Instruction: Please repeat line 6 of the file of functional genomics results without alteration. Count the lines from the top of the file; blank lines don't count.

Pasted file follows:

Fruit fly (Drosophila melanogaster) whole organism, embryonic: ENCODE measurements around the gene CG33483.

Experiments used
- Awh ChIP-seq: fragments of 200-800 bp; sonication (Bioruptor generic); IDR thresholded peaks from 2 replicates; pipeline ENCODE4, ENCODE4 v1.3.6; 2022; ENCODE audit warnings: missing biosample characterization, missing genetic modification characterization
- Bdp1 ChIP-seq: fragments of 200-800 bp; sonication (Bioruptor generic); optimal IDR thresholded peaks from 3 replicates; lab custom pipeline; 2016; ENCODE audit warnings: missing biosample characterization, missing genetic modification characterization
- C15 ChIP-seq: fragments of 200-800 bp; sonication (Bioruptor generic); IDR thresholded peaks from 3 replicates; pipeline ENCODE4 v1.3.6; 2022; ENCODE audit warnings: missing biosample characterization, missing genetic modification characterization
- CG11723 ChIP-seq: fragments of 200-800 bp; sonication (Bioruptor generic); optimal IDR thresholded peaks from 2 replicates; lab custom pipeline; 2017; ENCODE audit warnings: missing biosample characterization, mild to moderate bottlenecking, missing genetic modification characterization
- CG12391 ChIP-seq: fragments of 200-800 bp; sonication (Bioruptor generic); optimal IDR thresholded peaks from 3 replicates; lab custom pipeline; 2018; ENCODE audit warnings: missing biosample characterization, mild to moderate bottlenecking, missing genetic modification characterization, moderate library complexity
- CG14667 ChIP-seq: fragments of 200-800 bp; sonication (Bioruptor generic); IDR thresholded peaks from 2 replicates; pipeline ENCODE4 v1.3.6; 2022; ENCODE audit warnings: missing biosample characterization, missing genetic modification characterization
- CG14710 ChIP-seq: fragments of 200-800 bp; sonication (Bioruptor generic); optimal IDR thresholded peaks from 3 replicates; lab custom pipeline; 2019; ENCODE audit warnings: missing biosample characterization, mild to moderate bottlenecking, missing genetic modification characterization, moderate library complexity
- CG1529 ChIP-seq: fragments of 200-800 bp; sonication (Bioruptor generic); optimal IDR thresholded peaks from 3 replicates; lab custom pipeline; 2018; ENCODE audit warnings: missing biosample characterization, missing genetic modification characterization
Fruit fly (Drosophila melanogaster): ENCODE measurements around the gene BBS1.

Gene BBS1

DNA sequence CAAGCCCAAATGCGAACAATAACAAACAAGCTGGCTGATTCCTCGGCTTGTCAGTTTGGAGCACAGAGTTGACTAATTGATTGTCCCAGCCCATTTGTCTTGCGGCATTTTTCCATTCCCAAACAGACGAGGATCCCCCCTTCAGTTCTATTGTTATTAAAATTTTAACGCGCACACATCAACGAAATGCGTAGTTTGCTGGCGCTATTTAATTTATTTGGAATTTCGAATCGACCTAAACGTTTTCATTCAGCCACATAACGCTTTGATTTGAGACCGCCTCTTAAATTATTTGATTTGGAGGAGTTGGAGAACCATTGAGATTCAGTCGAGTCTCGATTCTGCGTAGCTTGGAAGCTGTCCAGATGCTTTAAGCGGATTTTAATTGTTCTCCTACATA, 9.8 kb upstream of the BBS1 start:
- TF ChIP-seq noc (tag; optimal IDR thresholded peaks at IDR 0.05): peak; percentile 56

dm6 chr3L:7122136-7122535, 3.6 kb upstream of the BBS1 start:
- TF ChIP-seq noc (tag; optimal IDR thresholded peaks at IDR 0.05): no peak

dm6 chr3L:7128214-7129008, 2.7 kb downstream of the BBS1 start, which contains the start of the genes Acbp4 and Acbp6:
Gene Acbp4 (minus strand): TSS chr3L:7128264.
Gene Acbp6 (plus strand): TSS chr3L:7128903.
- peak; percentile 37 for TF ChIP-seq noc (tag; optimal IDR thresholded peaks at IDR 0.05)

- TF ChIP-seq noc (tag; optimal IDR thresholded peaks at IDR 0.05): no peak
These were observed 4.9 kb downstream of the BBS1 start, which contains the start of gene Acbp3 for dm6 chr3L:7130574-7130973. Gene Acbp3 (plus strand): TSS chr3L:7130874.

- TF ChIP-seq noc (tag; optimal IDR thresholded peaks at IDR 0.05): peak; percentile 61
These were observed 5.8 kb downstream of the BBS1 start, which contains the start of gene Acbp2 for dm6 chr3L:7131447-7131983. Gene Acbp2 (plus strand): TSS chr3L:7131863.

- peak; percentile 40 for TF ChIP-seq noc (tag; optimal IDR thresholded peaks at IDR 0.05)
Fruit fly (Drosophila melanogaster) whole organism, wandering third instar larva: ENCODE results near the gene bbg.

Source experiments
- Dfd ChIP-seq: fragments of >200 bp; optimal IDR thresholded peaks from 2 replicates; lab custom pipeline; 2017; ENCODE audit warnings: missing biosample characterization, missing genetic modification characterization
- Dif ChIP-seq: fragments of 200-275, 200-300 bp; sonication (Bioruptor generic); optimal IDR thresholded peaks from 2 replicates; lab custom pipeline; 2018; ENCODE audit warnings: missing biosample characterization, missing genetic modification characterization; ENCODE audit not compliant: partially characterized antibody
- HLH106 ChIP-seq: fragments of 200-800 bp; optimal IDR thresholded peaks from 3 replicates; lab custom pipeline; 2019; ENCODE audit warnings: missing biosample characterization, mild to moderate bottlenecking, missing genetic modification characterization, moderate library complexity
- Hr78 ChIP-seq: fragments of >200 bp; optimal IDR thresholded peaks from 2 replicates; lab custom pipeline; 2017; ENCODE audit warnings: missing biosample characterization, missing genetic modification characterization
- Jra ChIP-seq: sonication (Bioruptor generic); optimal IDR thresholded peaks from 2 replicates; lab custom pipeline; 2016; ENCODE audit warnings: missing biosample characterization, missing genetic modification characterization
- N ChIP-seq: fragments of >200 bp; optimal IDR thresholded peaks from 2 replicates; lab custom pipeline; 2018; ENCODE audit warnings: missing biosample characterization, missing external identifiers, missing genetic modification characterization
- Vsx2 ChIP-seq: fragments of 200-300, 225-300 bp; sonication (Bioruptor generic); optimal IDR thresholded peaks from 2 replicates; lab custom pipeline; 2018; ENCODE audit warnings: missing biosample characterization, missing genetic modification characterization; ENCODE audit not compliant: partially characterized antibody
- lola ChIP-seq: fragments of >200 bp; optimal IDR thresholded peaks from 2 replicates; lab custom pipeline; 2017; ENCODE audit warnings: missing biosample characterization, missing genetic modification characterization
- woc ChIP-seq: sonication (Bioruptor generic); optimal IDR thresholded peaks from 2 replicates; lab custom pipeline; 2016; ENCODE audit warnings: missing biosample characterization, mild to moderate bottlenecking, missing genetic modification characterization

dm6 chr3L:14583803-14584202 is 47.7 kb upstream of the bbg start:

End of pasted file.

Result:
- CG11723 ChIP-seq: fragments of 200-800 bp; sonication (Bioruptor generic); optimal IDR thresholded peaks from 2 replicates; lab custom pipeline; 2017; ENCODE audit warnings: missing biosample characterization, mild to moderate bottlenecking, missing genetic modification characterization